Presentation on theme: "The Modern Organization in the Global, Web-Based Environment"— Presentation transcript:
1The Modern Organization in the Global, Web-Based Environment CHAPTER 1The Modern Organization in the Global, Web-Based EnvironmentHow the internet supports today’s business.
2Learning ObjectivesDifferentiate among data, information, and knowledge.Distinguish between information technology infrastructure and information technology architecture.Discuss the relationships among business pressures, organizational responses, and the role of information systems.
3Chapter Outline1.1 Information Systems: Concepts and Definitions 1.2 The Global, Web-Based Platform 1.3 Business Pressures, Organizational Responses, and IT Support 1.4 Why Are Information Systems Important to You? 1.5 The Plan of the Book
4Chapter Opening Case P. 4 Google servers in a server farm Google Headquarters
5Today we are … The most connected generation in history. Practicing continuous computing.Surrounded by a personal, movable information network.Our personal information network is created by constant cooperation between:the digital devices we carry;the wired and wireless networks that we access as we move about;Web-based tools for finding information and communicating and collaborating with other people.We can pull information from the Web and push ideas back to the Web.Your personal information network is created by constant cooperation between:the digital devices you carry;the wired and wireless networks that you access as you move about;Web-based tools for finding information and communicating and collaborating with other people.You can pull information from the Web and push your ideas back to the Web.
61.1 Information Systems: Concepts and Definitions Data ItemElementary description of things, events, activities and transactions that are recorded, classified and stored but are not organized to convey any specific meaning.InformationData organized so that they have meaning and value to the recipient.KnowledgeData and/or information organized and processed to convey understanding, experience, accumulated learning and expertise as they apply to a current problem or activity.Data Item. Elementary description of things, events, activities and transactions that are recorded, classified and stored but are not organized to convey any specific meaning.Information. Data organized so that they have meaning and value to the recipient.Knowledge. Data and/or information organized and processed to convey understanding, experience, accumulated learning and expertise as they apply to a current problem or activity.
71.1 Information Systems: Concepts and Definitions Information Technology Architecture.A high-level map or plan of the information assets in an organization, which guides current operations and is a blueprint for future directions.Information Technology Infrastructure.The physical facilities, IT components, IT services and IT personnel that support an entire organization.Information Technology Architecture. A high-level map or plan of the information assets in an organization, which guides current operations and is a blueprint for future directions.Information Technology Infrastructure. The physical facilities, IT components, IT services and IT management that support an entire organization.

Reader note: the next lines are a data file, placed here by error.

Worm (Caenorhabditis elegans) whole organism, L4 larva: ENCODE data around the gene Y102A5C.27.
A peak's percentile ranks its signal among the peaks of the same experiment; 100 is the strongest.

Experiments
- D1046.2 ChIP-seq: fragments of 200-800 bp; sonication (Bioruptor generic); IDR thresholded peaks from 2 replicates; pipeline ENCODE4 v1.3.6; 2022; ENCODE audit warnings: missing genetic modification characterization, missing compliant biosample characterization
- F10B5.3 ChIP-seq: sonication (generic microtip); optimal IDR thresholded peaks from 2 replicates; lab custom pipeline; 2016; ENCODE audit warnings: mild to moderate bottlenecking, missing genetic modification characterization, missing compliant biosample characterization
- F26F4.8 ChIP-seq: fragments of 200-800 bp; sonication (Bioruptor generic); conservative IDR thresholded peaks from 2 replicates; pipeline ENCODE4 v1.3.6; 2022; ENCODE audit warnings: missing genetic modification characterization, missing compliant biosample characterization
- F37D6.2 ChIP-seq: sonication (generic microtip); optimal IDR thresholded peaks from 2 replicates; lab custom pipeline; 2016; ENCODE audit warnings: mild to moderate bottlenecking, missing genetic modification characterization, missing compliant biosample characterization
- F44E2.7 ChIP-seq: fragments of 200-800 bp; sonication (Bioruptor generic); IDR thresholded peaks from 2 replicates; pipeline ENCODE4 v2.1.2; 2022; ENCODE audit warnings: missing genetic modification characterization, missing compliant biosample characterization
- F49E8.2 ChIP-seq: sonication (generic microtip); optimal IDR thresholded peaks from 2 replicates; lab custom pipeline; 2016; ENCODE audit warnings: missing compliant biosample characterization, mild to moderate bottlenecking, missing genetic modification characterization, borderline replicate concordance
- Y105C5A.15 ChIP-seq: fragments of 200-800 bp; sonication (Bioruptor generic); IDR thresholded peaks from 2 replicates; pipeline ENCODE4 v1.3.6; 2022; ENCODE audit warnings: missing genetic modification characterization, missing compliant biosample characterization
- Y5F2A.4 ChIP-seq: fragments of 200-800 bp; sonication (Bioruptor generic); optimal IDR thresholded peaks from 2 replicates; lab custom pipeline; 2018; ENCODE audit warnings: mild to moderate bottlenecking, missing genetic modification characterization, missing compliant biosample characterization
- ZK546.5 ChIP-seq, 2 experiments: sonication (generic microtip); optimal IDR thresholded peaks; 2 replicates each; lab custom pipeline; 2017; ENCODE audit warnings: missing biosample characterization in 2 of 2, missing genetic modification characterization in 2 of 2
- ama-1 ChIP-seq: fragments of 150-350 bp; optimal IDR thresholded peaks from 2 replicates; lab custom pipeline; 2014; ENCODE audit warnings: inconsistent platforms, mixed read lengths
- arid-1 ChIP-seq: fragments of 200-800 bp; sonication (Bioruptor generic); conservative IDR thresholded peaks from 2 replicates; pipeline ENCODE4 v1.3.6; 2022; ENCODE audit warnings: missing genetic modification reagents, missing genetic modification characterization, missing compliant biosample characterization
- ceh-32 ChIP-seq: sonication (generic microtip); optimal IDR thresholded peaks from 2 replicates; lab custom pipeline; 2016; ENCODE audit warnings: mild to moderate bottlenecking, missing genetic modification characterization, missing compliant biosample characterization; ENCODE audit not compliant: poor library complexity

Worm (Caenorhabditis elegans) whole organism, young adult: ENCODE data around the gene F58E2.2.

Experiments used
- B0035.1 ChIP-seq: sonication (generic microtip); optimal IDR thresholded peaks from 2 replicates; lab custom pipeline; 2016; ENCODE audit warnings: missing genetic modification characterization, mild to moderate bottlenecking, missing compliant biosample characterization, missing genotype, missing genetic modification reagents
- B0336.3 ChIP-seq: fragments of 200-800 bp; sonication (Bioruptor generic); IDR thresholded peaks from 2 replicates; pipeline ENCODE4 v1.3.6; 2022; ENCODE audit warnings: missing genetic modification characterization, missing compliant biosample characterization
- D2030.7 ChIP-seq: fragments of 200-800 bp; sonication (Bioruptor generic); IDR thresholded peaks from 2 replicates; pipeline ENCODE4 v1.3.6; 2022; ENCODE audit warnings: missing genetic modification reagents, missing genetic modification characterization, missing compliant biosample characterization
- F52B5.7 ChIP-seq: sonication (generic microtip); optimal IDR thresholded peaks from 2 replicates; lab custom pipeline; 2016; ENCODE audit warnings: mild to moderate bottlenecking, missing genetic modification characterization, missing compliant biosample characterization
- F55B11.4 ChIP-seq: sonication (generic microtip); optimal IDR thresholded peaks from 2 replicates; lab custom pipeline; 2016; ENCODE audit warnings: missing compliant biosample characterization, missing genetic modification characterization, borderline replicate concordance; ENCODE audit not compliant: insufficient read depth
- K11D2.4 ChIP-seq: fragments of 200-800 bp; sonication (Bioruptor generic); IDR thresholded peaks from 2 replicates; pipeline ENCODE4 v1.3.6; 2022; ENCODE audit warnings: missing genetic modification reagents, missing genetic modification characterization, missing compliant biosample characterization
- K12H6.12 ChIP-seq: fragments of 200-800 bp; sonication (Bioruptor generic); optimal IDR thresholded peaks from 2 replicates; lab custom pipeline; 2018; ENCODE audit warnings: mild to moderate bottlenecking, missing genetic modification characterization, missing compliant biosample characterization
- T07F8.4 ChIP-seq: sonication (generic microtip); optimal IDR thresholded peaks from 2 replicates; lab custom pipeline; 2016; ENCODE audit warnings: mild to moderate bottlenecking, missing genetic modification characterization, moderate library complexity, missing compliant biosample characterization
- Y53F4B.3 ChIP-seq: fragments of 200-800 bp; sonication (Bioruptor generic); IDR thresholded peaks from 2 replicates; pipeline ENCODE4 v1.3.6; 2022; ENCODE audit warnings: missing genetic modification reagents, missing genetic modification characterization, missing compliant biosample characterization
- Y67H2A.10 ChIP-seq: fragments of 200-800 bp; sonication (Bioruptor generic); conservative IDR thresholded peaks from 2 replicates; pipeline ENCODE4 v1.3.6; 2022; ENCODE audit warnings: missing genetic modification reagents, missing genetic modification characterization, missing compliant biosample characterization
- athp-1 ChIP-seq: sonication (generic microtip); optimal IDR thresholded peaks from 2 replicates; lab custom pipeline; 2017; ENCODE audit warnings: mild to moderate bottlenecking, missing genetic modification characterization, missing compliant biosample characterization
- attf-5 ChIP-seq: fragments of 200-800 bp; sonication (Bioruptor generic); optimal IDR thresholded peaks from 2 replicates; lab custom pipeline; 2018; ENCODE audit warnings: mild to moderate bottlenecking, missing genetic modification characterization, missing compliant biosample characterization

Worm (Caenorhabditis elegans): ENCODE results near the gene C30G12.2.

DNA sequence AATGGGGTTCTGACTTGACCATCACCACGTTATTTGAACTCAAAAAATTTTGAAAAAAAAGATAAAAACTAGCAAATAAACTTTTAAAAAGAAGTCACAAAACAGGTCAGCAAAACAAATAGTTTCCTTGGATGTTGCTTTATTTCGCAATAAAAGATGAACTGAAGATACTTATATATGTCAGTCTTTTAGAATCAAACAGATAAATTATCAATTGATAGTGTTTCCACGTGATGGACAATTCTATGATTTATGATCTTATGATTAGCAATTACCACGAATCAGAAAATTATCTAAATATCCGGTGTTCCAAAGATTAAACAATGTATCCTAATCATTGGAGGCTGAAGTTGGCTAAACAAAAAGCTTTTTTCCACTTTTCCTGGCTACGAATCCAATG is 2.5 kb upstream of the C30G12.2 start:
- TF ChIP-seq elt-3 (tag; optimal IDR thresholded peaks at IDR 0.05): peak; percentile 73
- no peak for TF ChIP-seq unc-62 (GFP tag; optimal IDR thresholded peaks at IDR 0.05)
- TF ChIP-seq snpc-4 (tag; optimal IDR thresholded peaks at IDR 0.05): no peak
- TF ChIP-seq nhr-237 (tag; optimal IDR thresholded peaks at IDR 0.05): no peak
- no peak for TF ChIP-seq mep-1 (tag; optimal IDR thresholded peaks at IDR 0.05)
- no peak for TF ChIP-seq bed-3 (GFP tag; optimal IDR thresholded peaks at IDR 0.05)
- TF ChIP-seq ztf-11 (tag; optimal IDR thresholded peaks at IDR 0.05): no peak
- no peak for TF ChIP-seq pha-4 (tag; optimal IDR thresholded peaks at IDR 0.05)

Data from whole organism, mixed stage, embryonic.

91.1 Information Systems: Concepts and Definitions IT componentsconsist of hardware, software, telecommunications and networks, and wireless communications.IT components are basically synonymous with the IT platform.IT servicesconsist of data management, managing security and risk, and systems development.IT personnel use IT components to produce IT services.
101.2 The Global, Web-Based Platform Best represented by the Internet and the World Wide Web.Enables us to connect, compute, communicate, collaborate, and compete everywhere and anytime.Operates without regard to geography, time, distance, and language.
11The InternetThe cloud in this figure represents the Internet. Various companies’ data centers are connected to the Internet. When you make a query to Google, Yahoo, or Amazon (for example), your request travels over the Internet to one of their data centers. As many servers as are needed are brought to bear answering your query. The response is then sent back to you.
12IT Components, Services, Platform, and Infrastructure IT components consist of hardware, software, telecommunications and networks, and wireless communications.IT services consist of data management, managing security and risk, and systems development.IT personnel use IT components to produce IT services.IT components are basically synonymous with the IT platform.IT infrastructure consists of IT components, IT personnel, and IT services.
13The Stages of Globalization (From Thomas Friedman’s The World is Flat) Globalization 1.0 (from 1492 to 1800)Globalization 2.0 (from 1800 to 2000)Globalization 3.0 (from 2000 to the present)For my notes on Friedman’s Flatteners, see:Globalization 1.0* 1492 to 1800* World went from large to medium-size* All about countries and muscles* Key agents of change: brawn and horsepowerGlobalization 2.0* 1800 to 2000* World has shrunk from medium to small-size* Key agent of change: multinational companies* First half: global integration powered by falling transportation costs(steam engine and railroad)* Second half: global integration powered by falling telecommunications costs(telephone, PC, satellites, fiber-optic cable)Globalization 3.0* 2000 – now* World is now tiny (everyone is everyone else’s close neighbor)* Competitive playing field is being leveled* Key agent of change: software, in conjunction with the global fiber-optic network* Enabling people to collaborate and compete globally3.02.01.0
14Globalization 1.0 1492 to 1800 World went from large to medium-size. All about countries the amount of muscle, horsepower, steam power, etc that they could deploy.Key agents of change: brawn and horsepower.Christopher ColumbusChristopher Columbus “discovering” the New World in 1492.